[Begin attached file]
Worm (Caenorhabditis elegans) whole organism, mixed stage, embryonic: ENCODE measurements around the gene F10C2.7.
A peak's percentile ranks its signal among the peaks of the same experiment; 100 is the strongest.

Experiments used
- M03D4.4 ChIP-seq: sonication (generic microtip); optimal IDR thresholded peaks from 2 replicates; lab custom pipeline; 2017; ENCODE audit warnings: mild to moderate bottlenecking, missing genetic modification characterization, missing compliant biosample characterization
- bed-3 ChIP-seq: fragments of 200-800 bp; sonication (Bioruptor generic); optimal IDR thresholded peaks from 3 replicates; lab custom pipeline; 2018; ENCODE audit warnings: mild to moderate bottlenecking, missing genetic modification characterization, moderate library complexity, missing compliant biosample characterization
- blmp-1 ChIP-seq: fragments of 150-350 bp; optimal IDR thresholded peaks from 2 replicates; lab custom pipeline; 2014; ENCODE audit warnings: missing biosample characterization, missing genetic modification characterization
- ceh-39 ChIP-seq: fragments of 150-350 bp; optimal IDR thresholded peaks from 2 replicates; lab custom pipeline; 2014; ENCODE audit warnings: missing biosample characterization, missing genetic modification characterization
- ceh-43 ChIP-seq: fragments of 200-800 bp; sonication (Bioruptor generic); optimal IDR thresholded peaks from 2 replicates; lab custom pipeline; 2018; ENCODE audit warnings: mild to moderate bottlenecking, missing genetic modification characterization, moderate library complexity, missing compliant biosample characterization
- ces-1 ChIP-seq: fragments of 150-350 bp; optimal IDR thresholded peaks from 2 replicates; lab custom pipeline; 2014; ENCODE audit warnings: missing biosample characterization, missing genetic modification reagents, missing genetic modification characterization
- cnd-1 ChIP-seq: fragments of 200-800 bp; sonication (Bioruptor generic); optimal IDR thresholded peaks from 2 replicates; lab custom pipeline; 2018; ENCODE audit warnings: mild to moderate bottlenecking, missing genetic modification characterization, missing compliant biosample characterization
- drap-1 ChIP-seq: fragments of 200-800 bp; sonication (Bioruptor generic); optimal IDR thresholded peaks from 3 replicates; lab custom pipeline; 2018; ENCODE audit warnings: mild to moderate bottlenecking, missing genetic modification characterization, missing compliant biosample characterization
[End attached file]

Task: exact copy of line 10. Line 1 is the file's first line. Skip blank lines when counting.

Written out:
- cnd-1 ChIP-seq: fragments of 200-800 bp; sonication (Bioruptor generic); optimal IDR thresholded peaks from 2 replicates; lab custom pipeline; 2018; ENCODE audit warnings: mild to moderate bottlenecking, missing genetic modification characterization, missing compliant biosample characterization